I visited the Melbourne Museum last week to see the exhibition, Tutankhamun & the Golden Age of the Pharoahs. This is apparently the last time the artefacts from Tutankhamun’s tomb will leave Egypt and, as I’m unlikely to ever visit Egypt, I had to take the chance to see the treasures. It was an excellent exhibition. I took the audio tour narrated by Omar Sharif, &, as always, this added so much to the experience. I also find the audio tours useful because often the wall panels with information are lit so dimly that I can’t read them. It was wonderful to be able to see, in the round, objects I’d only ever seen in books.
The highlight for me, even with all the gold, was a massive granite head of Akhenaten, who may have been Tutankhamun’s father. He was certainly the father of Tutankhamun’s young wife, Ankhesenamun. Akhenaten is an enigmatic figure who attempted a religious revolution by rejecting the many gods of Egypt in favour of one god, the Aten or sun disc. The art of his reign is also very unusual. Akhenaten & his wife, Nefertiti are often depicted with elongated bodies, long faces & protruding stomachs. The royal couple & their six daughters are often shown in very intimate settings, playing together & worshipping the sun.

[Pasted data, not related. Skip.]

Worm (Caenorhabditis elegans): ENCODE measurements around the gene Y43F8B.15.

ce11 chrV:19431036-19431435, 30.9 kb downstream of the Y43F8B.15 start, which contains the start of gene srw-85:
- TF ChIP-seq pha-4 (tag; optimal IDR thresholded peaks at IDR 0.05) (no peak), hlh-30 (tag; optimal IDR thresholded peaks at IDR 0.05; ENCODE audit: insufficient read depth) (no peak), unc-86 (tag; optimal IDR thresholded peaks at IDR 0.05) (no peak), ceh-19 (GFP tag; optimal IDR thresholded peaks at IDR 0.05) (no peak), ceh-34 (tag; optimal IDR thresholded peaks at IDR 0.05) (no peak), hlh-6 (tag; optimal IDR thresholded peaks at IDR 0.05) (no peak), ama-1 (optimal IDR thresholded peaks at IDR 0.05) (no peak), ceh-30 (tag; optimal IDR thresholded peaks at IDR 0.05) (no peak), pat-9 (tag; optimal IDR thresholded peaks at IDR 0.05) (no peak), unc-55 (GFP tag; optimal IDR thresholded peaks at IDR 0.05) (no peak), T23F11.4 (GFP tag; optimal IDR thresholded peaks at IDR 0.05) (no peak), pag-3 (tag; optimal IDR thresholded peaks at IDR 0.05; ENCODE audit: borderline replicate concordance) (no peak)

Although Akhenaten’s religious reforms didn’t last, some of the artistic influence is still apparent in the reign of Akhenaten’s successor, Tutankhamun. In the exhibition was a gold shrine (it’s pictured on the cover of Howard Carter’s book above). Tutankhamun & Ankhesenamun are depicted in similarly intimate ways. She kneels before her husband & hands him arrows when he’s hunting. Ankhesenamun anoints Tutankhamun with oil. Their postures are relaxed & familiar. We don’t know much about Tutankhamun’s short reign or their relationship but these images are very touching & suggest that they had a happy relationship.
I’ve had this copy of Howard Carter’s book on the discovery of Tutankhamun’s tomb on the tbr shelves for quite a while. But, this only proves my point that every book on my overflowing tbr shelves will be read one day when the time is right. Unfortunately I only have Vol 1 of Carter’s 3 volume work on the tomb but I also looked through Nicholas Reeves’s book, The Complete Tutankhamun, which has also been on my shelves for a very long time. Howard Carter was, of course, the archaeologist who discovered the tomb in 1922. He was working for Lord Carnarvon, whose death from an infected mosquito bite only months after the discovery led to the stories about the curse of the tomb that have kept conspiracy theorists happy ever since.